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Rob Bodine is a Virginia attorney focusing his practice on real estate and intellectual property law. He’s currently Virginia counsel with Cardinal Title Group, a Virginia title insurance and settlement company. Rob is also a licensed title insurance agent in Maryland and Virginia.

The First Sale Doctrine #iplaw #law #copyright

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A copyright is a bundle of exclusive rights, including the right to make copies of an item, However, once someone purchases a copy of a copyrighted work, the purchaser owns that specific copy of that work. For example, if Ann purchases a copy of Bob’s book, Ann may not make copies of that book, but she may resell the specific copy she purchased without fear of infringement.

This gets a bit more complicated with respect to the resale of software. Most software comes with a “shrinkwrap license,” which is a contract packaged with the software. Under the terms of such a contract, just using the software is considered acceptance of the terms of that contract, and those terms indicate that software is merely licensed to rather than owned by the purchaser. If there isn’t actually a sale, then does the “no transfer” clause in the license prevent resale?

In Vernor v. Autodesk, Inc., Vernor was reselling unused copies of Autodesk’s “Release 14” auto-cad software on eBay. In determining that Vernor was a licensee rather than an owner of a copy, the Court developed and applied a three-part test: (i) whether the copyright owner specifies that a user is granted a license; (ii) whether the copyright owner significantly restricts the user’s ability to transfer the software; and (iii) whether the copyright owner imposes notable use restrictions.

Note that this is an exception applicable to digital works. In the context of nondigital, copyrighted works, the first-sale doctrine still applies but may be limited in cases involving illegally obtained goods. If you steal it, you can’t resell it.

Summary

  1. Once you purchase a copy, the First Sale doctrine allows you to dispose of that particular copy as you see fit.
  2. Most software is licensed, not sold, so the First Sale doctrine doesn’t apply.
  3. You can’t rely on on the First Sale doctrine when selling stolen goods.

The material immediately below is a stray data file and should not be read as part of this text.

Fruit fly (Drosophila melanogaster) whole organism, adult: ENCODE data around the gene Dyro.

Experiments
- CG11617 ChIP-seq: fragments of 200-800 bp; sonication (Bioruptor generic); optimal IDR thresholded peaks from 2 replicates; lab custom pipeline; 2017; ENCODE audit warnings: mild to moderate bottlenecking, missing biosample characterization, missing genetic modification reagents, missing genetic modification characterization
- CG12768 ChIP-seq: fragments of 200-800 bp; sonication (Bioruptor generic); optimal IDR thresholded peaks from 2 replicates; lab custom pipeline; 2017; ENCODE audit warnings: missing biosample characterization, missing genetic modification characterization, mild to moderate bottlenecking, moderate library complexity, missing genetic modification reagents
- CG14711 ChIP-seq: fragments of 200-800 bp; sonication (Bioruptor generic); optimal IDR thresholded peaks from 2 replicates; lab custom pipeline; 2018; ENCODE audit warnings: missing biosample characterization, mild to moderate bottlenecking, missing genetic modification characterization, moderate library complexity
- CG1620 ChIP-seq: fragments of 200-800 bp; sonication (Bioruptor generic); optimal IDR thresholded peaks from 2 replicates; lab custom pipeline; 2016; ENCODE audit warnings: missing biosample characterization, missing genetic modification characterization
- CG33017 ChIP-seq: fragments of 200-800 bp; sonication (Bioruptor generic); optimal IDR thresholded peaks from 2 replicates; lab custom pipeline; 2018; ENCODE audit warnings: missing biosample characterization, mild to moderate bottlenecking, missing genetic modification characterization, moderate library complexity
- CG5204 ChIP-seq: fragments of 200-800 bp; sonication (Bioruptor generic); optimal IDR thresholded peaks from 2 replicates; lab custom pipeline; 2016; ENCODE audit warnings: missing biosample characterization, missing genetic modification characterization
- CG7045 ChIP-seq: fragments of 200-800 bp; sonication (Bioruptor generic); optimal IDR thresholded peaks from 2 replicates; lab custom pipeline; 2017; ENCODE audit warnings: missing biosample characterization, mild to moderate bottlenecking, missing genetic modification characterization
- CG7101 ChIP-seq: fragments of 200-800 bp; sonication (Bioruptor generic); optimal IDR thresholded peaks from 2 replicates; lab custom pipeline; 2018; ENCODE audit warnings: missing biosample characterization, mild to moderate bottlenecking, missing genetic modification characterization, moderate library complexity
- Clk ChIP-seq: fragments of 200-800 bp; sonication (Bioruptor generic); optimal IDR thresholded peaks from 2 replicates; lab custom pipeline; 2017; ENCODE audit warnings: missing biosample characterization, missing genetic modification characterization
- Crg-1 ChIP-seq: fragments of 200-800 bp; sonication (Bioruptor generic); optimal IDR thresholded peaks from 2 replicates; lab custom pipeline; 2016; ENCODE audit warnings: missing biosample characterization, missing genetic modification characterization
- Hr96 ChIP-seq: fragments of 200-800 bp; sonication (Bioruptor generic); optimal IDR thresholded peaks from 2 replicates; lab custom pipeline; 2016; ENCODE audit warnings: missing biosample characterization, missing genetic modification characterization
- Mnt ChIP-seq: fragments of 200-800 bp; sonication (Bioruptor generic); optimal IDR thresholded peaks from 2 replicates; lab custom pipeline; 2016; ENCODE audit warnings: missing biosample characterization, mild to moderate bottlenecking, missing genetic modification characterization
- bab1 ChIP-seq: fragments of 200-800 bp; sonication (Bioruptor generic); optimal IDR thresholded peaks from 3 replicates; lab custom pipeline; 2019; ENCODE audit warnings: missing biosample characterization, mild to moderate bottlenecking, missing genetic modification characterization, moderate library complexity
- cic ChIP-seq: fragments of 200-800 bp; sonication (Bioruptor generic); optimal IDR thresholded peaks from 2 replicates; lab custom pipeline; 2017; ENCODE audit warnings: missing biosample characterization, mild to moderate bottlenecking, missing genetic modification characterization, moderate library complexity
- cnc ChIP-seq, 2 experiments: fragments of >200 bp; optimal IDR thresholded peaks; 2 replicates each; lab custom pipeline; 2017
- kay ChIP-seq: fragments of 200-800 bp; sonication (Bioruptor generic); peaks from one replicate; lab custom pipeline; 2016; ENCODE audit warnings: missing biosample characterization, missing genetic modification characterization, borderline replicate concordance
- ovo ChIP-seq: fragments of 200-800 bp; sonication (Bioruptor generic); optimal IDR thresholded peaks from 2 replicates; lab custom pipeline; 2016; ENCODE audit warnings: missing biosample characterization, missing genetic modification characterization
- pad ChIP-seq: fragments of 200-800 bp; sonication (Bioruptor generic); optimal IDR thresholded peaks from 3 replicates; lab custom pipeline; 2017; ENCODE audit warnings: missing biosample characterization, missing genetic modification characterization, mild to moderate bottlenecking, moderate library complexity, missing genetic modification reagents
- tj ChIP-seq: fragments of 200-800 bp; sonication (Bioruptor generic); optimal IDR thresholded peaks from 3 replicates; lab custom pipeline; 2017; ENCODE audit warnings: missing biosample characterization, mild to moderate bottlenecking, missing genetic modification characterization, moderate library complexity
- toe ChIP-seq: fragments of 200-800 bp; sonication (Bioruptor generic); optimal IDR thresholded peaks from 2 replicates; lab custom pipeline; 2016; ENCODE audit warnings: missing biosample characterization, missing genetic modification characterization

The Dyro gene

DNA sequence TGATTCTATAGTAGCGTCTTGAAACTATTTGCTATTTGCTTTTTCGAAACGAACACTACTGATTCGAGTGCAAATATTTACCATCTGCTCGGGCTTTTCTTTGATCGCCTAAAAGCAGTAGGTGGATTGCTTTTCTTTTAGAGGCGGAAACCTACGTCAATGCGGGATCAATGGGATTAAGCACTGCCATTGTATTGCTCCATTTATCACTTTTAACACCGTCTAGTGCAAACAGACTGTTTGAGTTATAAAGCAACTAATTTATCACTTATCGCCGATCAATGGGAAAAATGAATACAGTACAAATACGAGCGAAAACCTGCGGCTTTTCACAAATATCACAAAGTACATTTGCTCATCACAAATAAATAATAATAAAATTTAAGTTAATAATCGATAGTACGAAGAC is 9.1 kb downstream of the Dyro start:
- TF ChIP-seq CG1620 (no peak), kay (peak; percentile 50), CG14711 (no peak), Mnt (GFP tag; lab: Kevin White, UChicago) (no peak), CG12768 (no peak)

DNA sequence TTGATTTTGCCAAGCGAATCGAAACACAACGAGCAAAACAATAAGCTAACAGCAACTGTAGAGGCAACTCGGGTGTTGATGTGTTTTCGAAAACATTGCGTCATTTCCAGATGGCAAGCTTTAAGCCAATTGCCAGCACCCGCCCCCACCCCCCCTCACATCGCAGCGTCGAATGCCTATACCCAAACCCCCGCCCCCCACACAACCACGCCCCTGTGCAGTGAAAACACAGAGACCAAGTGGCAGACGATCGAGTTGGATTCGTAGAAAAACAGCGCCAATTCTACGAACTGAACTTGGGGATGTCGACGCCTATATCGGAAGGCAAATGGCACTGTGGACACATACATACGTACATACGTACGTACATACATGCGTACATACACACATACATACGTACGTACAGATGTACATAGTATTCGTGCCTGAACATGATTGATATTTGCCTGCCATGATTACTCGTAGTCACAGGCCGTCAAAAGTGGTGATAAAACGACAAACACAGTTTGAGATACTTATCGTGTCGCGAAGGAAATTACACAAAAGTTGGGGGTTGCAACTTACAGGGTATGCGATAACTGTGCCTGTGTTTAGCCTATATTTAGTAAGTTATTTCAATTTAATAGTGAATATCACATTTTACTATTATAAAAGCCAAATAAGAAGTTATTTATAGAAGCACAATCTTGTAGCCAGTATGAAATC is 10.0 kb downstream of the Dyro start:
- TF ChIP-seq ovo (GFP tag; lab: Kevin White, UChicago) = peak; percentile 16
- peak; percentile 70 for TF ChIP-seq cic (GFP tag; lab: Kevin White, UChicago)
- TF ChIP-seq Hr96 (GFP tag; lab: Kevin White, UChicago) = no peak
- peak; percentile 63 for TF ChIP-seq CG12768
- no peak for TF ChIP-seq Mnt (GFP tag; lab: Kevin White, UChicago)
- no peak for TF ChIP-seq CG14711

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Rob Bodine is a Virginia attorney focusing his practice on real estate and intellectual property law. He’s currently Virginia counsel with Cardinal Title Group, a Virginia title insurance and settlement company. Rob is also a licensed title insurance agent in Maryland and Virginia.

Trademark and Laches: Enforcing Your Trademark #trademark #ip

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If trademark holders don’t maintain control over their marks, the law dictates that they’ll lose them. This results in some pretty aggressive behavior by mark holders that is often unfairly criticized by the public. The public needs to understand that businesses often can’t afford to lose that investment.

A trademark or service mark is a right to exclude competitors from using a catch phrase, logo, or other brand identifier (or one that’s confusingly similar) in connection with the competitor’s goods or services. A mark’s distinctiveness is defined by how strongly that association between the mark and the goods or services is to the average consumer. The distinctiveness of a mark can be derived from its very nature (e.g., how catchy it is), but also from its frequent and consistent use. That is, having a constant reminder of the association . Obviously, if a competitor uses that mark (or one confusingly similar), the mark will lose its distinctiveness. Because the purpose of granting the mark is not to reward the mark holder, but rather to provide the general public with a means to tell one brand from another, a mark that has no distinctiveness is useless. Accordingly, it’s well-settled that doctrine of laches applies to marks (unlike copyright). Laches commands that an unreasonable delay in enforcing one’s rights will result in a loss of those rights, so if mark holders don’t send out cease-and-desist letters and/or sue infringers, they’ll lose their investment and possibly have to start over again.